Submitted to: Journal of Food Science
Publication Type: Peer Reviewed Journal
Publication Acceptance Date: March 10, 2010
Publication Date: July 9, 2010
Citation: Nou, X., Luo, Y. 2010. Whole-leaf sanitizing wash improves microbial reduction efficacy and prevents pathogen cross contamination during fresh-cut lettuce processing. Journal of Food Science. 75(5):M283-M290. Interpretive Summary: Fresh and fresh-cut leafy greens have been implicated in a number of outbreaks of foodborne infections caused by E. coli O157:H7 and other bacterial pathogens. Currently, nearly all fresh-cut lettuce processing facilities in the United States use chlorinated water or other sanitizer solutions for microbial reduction after lettuce is cut. However, organic materials released from the cut edges deplete chlorine and reduce its efficacy on pathogen reduction. Furthermore, localized pathogens can be spread out to other clean products during washing unless sufficient sanitizer levels are maintained. In this study, we demonstrated that chlorine efficacy for pathogen reduction can be significantly improved by applying the sanitizing wash prior to cutting. Sanitizing wash prior to cutting also significantly reduced the occurrence of cross contamination of bacterial pathogens during fresh-cut processing. Therefore, we propose that instituting a sanitizing wash could be a practical means for improving pathogen reductions during fresh-cut processing. This research is useful for food scientists, engineers, regulatory government agencies, and the fresh-cut leafy greens industry.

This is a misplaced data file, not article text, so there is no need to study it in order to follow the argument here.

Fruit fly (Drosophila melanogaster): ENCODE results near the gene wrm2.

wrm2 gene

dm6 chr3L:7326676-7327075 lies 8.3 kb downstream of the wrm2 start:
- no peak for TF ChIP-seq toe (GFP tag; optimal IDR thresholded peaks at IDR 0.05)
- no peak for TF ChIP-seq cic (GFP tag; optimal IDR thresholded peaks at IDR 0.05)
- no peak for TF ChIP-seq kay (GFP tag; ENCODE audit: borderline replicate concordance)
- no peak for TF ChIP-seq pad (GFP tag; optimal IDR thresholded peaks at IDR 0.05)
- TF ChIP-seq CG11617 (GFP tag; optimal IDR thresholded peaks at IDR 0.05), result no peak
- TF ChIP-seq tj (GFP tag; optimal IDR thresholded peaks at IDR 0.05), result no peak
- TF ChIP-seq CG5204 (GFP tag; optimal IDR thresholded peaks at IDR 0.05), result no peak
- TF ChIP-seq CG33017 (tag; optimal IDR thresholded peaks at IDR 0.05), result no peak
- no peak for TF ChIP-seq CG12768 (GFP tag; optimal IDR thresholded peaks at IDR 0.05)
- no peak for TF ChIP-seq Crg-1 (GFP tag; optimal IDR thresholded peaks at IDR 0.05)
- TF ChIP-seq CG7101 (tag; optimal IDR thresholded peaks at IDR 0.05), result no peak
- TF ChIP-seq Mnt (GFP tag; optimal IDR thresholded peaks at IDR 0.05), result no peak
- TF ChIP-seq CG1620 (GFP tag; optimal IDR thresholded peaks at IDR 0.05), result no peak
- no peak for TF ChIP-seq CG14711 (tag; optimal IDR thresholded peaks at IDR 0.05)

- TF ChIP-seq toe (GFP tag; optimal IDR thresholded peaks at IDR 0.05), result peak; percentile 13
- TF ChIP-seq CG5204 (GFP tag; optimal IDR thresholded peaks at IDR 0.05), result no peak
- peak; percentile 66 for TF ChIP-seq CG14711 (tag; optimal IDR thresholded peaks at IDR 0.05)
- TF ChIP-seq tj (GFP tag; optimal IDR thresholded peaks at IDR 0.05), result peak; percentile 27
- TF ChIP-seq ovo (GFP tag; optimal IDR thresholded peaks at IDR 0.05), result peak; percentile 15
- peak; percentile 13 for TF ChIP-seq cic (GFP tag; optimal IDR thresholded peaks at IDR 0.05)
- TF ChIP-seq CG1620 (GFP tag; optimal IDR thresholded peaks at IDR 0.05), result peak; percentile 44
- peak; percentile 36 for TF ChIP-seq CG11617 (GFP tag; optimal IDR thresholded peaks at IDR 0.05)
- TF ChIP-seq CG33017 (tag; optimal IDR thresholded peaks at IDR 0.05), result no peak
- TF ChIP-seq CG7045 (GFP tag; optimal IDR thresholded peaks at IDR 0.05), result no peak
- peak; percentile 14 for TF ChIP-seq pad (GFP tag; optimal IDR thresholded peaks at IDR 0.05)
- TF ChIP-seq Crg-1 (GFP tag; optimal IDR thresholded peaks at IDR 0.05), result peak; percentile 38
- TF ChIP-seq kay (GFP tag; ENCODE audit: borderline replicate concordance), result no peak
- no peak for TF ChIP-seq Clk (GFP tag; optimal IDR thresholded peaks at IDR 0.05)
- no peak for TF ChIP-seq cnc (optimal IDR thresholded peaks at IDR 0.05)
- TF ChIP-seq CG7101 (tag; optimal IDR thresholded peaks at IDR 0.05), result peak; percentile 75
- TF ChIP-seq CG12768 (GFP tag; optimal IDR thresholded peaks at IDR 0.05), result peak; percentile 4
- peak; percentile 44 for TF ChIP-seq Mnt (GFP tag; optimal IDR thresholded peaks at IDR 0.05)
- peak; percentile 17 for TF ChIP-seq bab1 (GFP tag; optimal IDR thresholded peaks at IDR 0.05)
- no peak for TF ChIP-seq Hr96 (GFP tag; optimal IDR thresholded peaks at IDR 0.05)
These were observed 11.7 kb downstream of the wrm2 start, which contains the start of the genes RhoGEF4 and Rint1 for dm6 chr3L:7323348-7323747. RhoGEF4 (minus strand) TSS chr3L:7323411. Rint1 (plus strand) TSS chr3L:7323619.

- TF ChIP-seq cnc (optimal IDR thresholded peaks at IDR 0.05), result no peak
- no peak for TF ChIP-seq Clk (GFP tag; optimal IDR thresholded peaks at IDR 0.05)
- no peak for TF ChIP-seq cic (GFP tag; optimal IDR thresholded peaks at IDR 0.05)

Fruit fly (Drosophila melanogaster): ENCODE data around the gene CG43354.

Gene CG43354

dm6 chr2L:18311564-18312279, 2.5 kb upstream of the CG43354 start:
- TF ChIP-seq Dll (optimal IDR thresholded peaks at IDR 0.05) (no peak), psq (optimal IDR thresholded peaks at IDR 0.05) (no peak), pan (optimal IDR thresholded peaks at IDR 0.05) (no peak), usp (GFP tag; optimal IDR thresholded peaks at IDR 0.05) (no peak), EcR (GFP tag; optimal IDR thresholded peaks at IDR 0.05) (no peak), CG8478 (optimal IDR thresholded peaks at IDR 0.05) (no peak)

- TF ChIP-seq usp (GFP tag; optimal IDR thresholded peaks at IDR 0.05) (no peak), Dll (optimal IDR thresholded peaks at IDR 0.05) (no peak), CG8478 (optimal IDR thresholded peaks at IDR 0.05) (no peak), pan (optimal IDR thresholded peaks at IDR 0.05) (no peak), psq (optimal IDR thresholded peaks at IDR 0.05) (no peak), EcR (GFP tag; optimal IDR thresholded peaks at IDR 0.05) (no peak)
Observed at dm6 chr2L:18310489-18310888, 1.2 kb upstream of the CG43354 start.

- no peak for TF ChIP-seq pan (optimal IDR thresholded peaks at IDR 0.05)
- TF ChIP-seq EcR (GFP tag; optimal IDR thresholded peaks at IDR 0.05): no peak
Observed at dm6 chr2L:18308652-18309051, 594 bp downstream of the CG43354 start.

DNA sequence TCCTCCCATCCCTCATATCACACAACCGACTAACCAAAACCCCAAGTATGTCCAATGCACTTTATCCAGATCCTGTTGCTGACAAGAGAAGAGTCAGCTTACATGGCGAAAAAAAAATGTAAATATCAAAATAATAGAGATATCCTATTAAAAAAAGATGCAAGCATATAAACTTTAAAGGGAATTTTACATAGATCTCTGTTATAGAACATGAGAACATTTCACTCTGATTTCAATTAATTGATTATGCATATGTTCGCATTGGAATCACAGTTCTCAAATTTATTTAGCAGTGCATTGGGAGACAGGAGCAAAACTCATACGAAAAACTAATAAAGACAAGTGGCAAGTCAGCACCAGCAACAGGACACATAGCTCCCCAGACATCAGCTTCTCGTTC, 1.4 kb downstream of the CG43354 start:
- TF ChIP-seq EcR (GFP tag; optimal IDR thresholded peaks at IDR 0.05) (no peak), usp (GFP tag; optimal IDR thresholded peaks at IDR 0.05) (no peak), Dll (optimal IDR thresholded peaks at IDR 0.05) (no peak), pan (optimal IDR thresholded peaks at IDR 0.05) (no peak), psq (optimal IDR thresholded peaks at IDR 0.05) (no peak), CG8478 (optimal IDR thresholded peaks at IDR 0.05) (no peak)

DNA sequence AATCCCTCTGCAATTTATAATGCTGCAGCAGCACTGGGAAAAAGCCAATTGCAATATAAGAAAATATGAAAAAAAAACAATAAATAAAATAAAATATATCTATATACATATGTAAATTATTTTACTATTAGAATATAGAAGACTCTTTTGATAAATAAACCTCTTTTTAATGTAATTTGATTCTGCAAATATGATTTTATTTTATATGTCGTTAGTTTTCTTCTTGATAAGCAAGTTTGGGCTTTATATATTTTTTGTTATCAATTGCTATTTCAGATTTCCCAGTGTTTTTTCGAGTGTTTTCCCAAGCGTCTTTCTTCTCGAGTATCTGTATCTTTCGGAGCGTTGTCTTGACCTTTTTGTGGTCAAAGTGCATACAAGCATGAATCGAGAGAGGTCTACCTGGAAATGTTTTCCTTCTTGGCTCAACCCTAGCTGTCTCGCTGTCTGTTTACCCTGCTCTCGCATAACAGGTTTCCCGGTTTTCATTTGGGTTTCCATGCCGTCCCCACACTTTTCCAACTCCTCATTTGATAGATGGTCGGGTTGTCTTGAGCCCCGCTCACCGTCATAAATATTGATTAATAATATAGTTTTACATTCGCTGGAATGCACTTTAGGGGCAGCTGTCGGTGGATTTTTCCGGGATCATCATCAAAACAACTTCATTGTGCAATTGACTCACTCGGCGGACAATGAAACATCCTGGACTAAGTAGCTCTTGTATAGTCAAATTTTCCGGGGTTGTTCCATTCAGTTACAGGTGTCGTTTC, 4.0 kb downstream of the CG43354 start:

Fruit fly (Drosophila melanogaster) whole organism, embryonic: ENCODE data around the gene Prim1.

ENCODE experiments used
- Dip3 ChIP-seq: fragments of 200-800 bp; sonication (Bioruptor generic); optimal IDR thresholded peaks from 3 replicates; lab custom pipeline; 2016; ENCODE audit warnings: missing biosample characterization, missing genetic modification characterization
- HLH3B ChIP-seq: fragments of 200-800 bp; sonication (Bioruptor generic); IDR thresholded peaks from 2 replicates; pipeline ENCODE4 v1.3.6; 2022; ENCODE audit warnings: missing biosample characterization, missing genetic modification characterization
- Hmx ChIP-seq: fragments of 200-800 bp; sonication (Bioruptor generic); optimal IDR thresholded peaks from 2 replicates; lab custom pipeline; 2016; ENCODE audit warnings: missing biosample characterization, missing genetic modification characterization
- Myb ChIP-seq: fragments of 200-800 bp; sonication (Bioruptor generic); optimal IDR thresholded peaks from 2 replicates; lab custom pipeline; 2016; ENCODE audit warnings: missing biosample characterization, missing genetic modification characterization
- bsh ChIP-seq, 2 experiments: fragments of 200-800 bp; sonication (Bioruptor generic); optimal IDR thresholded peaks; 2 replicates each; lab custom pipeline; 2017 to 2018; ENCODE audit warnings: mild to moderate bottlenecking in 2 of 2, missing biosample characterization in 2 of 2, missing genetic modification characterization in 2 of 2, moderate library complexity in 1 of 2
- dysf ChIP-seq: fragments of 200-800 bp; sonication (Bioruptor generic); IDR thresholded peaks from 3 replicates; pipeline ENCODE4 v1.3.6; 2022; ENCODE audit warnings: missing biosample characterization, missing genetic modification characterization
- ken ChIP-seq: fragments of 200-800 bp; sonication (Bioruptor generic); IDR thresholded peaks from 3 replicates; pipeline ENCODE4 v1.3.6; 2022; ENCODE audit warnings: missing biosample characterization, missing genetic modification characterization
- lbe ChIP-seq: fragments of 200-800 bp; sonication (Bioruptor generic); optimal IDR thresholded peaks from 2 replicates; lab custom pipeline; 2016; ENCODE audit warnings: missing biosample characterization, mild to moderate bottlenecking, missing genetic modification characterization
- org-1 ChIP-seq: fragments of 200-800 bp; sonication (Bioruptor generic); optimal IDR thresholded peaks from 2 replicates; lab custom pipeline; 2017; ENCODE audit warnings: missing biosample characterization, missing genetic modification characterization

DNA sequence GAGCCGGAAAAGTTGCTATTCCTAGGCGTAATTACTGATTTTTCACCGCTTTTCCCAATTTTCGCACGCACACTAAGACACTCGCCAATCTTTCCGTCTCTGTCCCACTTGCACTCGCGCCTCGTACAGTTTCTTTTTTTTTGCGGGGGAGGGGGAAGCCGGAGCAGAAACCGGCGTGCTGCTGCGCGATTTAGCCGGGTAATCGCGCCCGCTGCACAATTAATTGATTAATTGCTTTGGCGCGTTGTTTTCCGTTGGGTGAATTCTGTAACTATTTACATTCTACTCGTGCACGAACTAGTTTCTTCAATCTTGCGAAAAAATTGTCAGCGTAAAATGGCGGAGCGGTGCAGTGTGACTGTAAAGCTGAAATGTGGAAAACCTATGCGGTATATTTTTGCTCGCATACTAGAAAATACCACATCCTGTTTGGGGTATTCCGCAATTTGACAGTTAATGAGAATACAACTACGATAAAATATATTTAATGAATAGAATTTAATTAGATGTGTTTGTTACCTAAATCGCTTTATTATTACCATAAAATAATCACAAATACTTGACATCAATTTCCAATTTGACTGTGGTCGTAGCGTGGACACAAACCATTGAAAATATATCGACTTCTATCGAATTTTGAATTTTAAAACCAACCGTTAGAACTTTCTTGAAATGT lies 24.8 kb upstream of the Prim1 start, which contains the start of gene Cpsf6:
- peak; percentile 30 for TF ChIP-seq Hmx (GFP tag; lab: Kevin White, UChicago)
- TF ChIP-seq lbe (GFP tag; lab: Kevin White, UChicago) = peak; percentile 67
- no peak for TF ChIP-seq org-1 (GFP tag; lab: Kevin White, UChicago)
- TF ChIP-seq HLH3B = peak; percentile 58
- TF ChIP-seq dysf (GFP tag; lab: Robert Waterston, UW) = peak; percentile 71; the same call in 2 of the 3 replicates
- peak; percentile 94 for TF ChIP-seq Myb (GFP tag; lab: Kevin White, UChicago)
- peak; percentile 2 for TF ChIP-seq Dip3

Technical Abstract: Currently, nearly all fresh-cut lettuce processing facilities in the United States use chlorinated water or other sanitizer solutions for microbial reduction after lettuce is cut. It is believed that freshly cut lettuce releases significant amounts of organic matters that negatively impact the effectiveness of chlorine or other sanitizers for microbial reduction. The objective of this study is to evaluate whether a sanitizer washing prior to cutting would improve microbial reduction efficacy in comparison with traditional post-cutting sanitizer washing. Romaine lettuce whole leaves were quantitatively inoculated with E. coli O157:H7 strains and washed in chlorinated water before or after cutting, and E. coli O157:H7 cells that survived the washing process were enumerated to determine the effectiveness of microbial reduction for the two cutting-washing sequences. Whole-leaf washing in chlorinated water improved pathogen reduction by approximately one log unit. Similar improvement in the reduction of background microbial flora was also observed. Inoculated 'Lollo Rossa' red-leaf lettuce leaves were mixed with non-inoculated green-leaf lettuce leaves to evaluate pathogen cross contamination during processing. High level (96.7 percent sub-samples, average MPN 0.6 log10 cfu/g) of cross contamination of non-inoculated green leaf lettuce leaves by inoculated red leaves was observed when the mixed lettuce leaves were cut prior to washing in chlorinated water. In contrast, cross contamination of non-inoculated green leaves was significantly reduced (3.3 percent of sub-samples, average MPN <-1 log10 cfu/g) when the mixed leaves were washed in chlorinated water prior to cutting. This result suggests that whole-leaf sanitizing washes could be a practical means of enhancing the efficacy of chlorine washes for pathogen reduction and cross-contamination prevention.